“Not even then,” Liesel grumbled. “I might as well fade out now, there’s so little I can do.”

“Don’t be silly, there’s plenty of time before then.” Even I could tell that Norene’s assurance was absent-minded at best. Then again, absent-minded and chatty seemed to be her regular manner, so I wasn’t sure I could read much into that.

Liesel made a noise of disgust. “You know, the worst part is, I can’t even be mad at you, because you’re the only one who ever talks to me anymore.”

“Do you want to talk to anyone else?” Norene asked.

“Of course she does,” I retorted automatically. “Nobody wants to talk to just one person.”

“What would you know about anything?” Liesel snapped. “You’re a fresh zombie who doesn’t even know how to identify non-materialised ghosts.”

“So? Humans are social creatures, no matter how introverted.”

Liesel laughed, a sound that managed to be both high pitched and sort of gruff. “Human. That’s a good one. I like your new friend, Norene. She’s just dumb enough to be amusing.”

“Hey!”

“Be nice,” Norene chided. The weight of her admonition was somewhat diminished by the fact that she looked at neither Liesel nor I when she said it, instead still focused on her form.

“I’m never nice,” Liesel countered.

“Sure you’re not.”

It occurred to me to me that now would be a good time to say something else about human nature, but since I couldn’t think of anything, I didn’t say anything.

“Say, if you wanted entertainment, have Margot find the report I wrote for her transition,” Norene suggested. “Now that was an entertaining scream.”

“There’s a written account of how I got turned into a zombie?” I demanded. “Where?”

Liesel snorted. “Does this place look organised to you? Finding one particular form in this mess would be a pain in the ass. And you probably wouldn’t find it until after I’d faded away, and what am I supposed to do in the meantime, watch you dig through papers?”

I looked around at boxes and stacks of papers, none of which seemed to have any order besides wherever was convenient to leave the papers at a given time. “It’s not just about you,” I insisted, ignoring the problem of finding it for the moment. “I’d like to read it too, and not just for entertainment.”

“Why?” Liesel demanded. “You lived it, what do you need to read it for?”

I scowled. Saying I couldn’t remember would just cement her opinion of me as a stupid newcomer who didn’t know how to look after myself.

“Oh, Margot can’t remember,” Norene explained, heedless of my feelings on the matter. “No surprise, considering her state of mind.”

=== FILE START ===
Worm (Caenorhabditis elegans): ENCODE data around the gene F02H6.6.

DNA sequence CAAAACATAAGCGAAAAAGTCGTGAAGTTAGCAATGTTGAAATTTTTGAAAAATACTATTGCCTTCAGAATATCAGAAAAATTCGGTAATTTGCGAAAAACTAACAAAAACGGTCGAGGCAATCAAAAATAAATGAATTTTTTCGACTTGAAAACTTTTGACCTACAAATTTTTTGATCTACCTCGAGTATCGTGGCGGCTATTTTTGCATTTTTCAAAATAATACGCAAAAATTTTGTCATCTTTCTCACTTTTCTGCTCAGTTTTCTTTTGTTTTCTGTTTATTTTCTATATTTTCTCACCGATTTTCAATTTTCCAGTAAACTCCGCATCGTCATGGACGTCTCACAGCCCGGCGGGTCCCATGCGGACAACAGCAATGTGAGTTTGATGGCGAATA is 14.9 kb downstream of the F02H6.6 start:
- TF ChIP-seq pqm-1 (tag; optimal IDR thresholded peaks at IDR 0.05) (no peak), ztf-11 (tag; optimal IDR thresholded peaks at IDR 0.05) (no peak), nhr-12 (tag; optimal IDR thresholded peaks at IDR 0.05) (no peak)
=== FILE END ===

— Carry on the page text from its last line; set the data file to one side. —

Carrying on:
The Offic[squid monster]

Norene called it ‘the office of things important enough to keep, but not important enough to keep track of’. I did try asking her what she meant, but the first time she didn’t even realise I’d asked a question because she was too busy telling a story about some cousin who’d gotten killed on the living side (she didn’t seem to notice the irony), and the second time she merely answered “You’ll see,” and started peppering me with questions about traffic rules.

I didn’t need Norene’s “Here we are!” to tell me that we had arrived at the office; a big sign reading ‘The Offic’ did the job quite well, in spite of the graffiti that had turned the final ‘e’ into some strange squid monster.

“So—”

“Come on, I’ll introduce you to Liesel,” Norene interrupted, skipping ahead to hold the door open for me. I stepped gingerly across the threshold, not wanting the broken glass scattered about to damage the soles of my shoes. Shoe stores didn’t seem to be something the dead side bothered with.

“Who’s Liesel?” I asked, looking around at the stacks of papers piled pretty much everywhere. There might’ve been a desk against one wall, but it was swallowed up by several boxes and a veritable mountain of papers, folders, and a few other assorted odds and ends I couldn’t immediately identify.

“She only works around dusk. The only time she can manifest, since she’s fading.”

“Sorry, what?”

“Please don’t talk about me like I’m not here,” a mournful female voice requested. I looked around, but unless she was hiding behind something (quite possible, given the number of things to hide behind), the woman speaking would have to be either invisible or not actually here. At this point, I wasn’t sure which, if any, of my theories could be easily discounted.

“Sorry, Liesel.” Norene didn’t seem bothered by the fact that we couldn’t see the speaker. She didn’t even show any particular inclination to look for her. “I thought maybe you were in the back room. Do you have a new scream form somewhere?”

“Sure,” Liesel’s voice replied. “Over there.”

“Over where?” I asked, still looking around. Maybe I’d missed something?

“Liesel, you’re not manifested. I can’t see where you’re pointing.”

Not manifested. Of course. Not manifested, that made perfect sense. “Um, not manifested—what does that mean?”

“The box by your friend’s foot.”

“Ah.” Norene leaned past me to pull a sheet of paper out of said box, then hopped over several piles of papers to retrieve a pen from the desk. “Thanks. What time are you manifesting now?”

“Just an hour on either side of sunset.”

I shivered. Did the voice sound closer?

“Just a couple of weeks now, and I’ll be invisible all the time. Then I’ll be gone entirely. Gone from the world, and probably forgotten by the end of the year.”

“Don’t be silly,” Norene scolded while busily scribbling on her form. “I won’t forget you. Margot won’t either. Right?” Norene gave me an expectant stare.

“Uh, right.”

“Hardly comforting,” Liesel retorted. “She won’t last much over a year either.”

“Hey!” I turned instinctively to glare in the direction of the voice, and found myself face to face with a semi-transparent woman several inches shorter than me with large glasses perched on her nose and a caste mark I’d never seen before. “Aah! Where did you come from?”

The woman’s eyebrows went up. “Been here the whole time,” Liesel replied. “Since before you walked in, or didn’t you notice?”

“Give her a break,” Norene chided absently. “She’s new and you weren’t manifested.”

Liesel sniffed, but didn’t argue with Norene.

I didn’t bother coming up with a coherent response. It took all my willpower not to curl up in a ball and wish the world away. Or at least wish a world that made a little more sense.